IN HIS ORIGIN OF CONTINENTS AND OCEANS, Wegener quoted at length from Wallace’s Geographical Distribution of Animals. According to Wegener's reading, Wallace had identified three clear divisions of Australian animals, which supported his own theory of continental displacement. Wallace had shown that animals long established in southwestern Australia had an affinity with animals in South Africa, Madagascar, India, and Ceylon, but did not have an affinity with those in Asia. Wallace also showed that Australian marsupials and monotremes are clearly related to those in South America, the Moluccas, and various Pacific islands, and that none are found in neighboring Indonesia. From this and related data, Wegener concluded that the then broadly accepted "landbridge" theory could not account for this distribution of animals and that only his theory of continental drift could explain it.



The theory that Wegener dismissed in preference to his own proposed that plants and animals had once migrated across now-submerged intercontinental landbridges. In 1885, one of Europe's leading geologists, Eduard Suess, theorized that as the rigid Earth cools, its upper crust shrinks and wrinkles like the withering skin of an aging apple. He suggested that the planet's seas and oceans now fill the wrinkles between once-contiguous plateaus.



Today, we know that we live on a dynamic Earth with shifting, colliding and separating tectonic plates, not a "withering skin", and the main debate in the field of biogeography has shifted. The discussion now concerns "dispersalism" versus "vicarianism": unrestricted radiation of species on the one hand and the development of barriers to migration on the other. Dispersion is a short-term phenomenon—the daily or seasonal migration of species and their radiation to the limits of their natural environment on an extensive and continuous landmass. Vicarian evolution, however, depends upon the separation and isolation of a variety of species within the confines of natural barriers in the form of islands, lakes, or shallow seas—topographical features that take a long time to develop.

Questions 1-5

Use the information in the passage to match the people (listed A-E) with opinions or deeds below. Write the appropriate letters A-E in boxes 1-5 on your answer sheet.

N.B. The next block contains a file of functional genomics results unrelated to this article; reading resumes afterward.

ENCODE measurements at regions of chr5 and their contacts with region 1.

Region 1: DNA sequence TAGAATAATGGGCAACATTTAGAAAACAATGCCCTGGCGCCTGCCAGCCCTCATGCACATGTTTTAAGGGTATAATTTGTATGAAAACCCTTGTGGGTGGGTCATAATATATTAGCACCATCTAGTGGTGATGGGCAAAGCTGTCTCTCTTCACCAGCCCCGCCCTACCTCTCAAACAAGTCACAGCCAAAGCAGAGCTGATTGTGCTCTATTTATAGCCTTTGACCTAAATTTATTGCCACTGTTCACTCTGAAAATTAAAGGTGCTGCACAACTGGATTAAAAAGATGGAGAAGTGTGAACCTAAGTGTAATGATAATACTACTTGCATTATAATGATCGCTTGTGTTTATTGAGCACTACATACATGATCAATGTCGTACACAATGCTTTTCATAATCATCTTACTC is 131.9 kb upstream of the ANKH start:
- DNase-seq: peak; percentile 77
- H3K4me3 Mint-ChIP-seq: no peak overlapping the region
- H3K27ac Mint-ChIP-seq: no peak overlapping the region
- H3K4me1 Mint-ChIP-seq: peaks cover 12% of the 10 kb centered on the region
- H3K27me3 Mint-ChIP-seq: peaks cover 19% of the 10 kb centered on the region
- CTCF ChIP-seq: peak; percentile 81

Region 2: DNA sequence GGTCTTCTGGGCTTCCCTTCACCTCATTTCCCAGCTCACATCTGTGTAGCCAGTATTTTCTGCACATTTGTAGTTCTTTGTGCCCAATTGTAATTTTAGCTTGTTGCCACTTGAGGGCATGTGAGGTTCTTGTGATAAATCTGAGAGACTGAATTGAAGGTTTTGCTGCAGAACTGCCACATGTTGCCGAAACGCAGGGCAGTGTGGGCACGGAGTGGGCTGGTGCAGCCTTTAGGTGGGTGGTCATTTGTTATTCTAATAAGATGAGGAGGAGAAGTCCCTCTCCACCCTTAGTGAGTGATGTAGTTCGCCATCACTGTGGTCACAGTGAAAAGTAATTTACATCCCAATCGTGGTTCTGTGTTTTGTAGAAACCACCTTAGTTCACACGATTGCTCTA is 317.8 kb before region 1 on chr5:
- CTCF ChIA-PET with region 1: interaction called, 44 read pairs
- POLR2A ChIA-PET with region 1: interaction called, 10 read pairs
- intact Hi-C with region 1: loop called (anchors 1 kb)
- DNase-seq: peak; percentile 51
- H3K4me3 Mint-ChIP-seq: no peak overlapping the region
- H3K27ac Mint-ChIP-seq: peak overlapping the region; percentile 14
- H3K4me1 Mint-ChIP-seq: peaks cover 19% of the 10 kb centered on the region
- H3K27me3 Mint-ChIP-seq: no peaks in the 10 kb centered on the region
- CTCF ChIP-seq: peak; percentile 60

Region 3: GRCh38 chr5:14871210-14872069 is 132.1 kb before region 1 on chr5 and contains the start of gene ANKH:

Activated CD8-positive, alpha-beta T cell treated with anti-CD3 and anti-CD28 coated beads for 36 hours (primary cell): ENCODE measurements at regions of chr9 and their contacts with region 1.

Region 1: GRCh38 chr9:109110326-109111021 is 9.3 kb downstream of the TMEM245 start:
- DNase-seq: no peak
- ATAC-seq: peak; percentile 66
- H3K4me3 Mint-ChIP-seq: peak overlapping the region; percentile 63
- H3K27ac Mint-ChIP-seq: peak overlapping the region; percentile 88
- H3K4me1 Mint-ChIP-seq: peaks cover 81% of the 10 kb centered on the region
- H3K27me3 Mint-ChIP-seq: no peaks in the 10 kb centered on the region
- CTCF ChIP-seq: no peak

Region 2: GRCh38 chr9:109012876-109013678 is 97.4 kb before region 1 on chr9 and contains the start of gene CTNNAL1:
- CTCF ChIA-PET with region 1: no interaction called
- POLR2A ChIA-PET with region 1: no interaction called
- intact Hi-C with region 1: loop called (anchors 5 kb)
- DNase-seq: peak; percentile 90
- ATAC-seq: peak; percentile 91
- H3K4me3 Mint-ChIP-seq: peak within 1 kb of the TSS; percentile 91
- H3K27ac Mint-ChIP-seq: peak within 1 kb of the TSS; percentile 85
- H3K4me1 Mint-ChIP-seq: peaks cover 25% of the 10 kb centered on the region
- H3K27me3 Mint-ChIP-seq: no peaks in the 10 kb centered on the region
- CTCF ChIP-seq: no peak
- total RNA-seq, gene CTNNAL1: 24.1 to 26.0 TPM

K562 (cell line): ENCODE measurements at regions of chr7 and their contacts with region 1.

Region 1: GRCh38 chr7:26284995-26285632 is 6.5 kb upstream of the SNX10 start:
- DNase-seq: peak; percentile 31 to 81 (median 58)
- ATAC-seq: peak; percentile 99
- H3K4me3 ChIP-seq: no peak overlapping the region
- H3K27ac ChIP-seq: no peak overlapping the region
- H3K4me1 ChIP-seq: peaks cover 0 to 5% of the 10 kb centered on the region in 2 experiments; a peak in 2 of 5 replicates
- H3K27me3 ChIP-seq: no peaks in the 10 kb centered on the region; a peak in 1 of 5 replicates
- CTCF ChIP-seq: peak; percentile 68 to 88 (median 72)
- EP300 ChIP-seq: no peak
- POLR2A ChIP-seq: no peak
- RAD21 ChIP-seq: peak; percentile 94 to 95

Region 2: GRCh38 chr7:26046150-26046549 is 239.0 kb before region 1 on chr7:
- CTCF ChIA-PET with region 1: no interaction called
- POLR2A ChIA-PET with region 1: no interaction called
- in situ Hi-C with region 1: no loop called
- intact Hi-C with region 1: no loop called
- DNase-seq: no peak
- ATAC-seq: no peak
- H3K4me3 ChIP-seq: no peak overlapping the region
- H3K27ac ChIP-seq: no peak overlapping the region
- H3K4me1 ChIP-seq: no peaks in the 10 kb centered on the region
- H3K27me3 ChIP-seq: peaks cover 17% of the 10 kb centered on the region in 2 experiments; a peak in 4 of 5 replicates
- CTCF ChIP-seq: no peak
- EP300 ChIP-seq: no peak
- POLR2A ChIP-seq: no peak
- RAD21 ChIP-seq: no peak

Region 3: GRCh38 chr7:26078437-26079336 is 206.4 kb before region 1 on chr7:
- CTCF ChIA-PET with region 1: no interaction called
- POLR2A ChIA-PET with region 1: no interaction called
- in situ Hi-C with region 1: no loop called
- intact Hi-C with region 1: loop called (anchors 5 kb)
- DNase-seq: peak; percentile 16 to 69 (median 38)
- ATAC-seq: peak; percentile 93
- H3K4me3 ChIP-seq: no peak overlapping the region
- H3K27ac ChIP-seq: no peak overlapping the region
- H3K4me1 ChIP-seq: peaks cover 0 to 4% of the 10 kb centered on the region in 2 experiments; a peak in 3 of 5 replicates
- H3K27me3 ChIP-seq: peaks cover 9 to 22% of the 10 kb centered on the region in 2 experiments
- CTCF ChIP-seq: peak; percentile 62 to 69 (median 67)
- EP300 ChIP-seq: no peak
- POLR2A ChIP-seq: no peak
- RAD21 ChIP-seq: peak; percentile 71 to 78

A Suess

B Wallace

C Darwin and Wallace

D Wegener

E Lyell and Hooker


1 urged Darwin to publish his scientific findings

2 Depicted physical feature of earth's crust.

3 believed in continental drift theory while rejecting another one

4 Published works about wildlife distribution in different region.

5 Evolution of species is based on selection by nature.



Questions 6-8

The reading Passage has nine paragraphs A-l.

Which paragraph contains the following information?

Write the correct letter A-l, in boxes 6-8 on your answer sheet.

6 Best adaptable animal survived on the planet.

7 Boundary called Wallace's line found between Asia and Australia.

8 Animal relevance exists between Australia and Africa.



Questions 9-13


Complete the following summary of the paragraphs of Reading Passage, using no more than two words from the Reading Passage for each answer. Write your answers in boxes 9-13 on your answer sheet.


Wegener found that continental drift instead of “land bridge” theory could explain strange species' distribution phenomenon. In his theory, vegetation and wildlife 9___ intercontinentally. However, Eduard Suess compared the wrinkle of crust to 10___ of an old apple. Now it is well known that we are living on the planet where there are 11___ in constant mobile states instead of what Suess described Hot spot in biogeography are switched to concerns between two terms: “12___” and “13___”


Answer Key

1 E     2 A     3 D

4 B     5 C     6 B

7 F     8 G     9 migrated

10 withering skin   11 (tectonic) plates  12 dispersalism

13 vicarisanism

The Sound of Dolphin


Each and every dolphin has a different sound just like you and me, a sound that other dolphins recognize as a particular individual. Even a new baby dolphin, (calf), can detect it's mother's whistle within the pod soon after birth. Utilizing their blowholes, air sacks and valves, dolphins can emit a very wide variety of sounds. In fact, the frequency levels range 10 times beyond what humans can hear.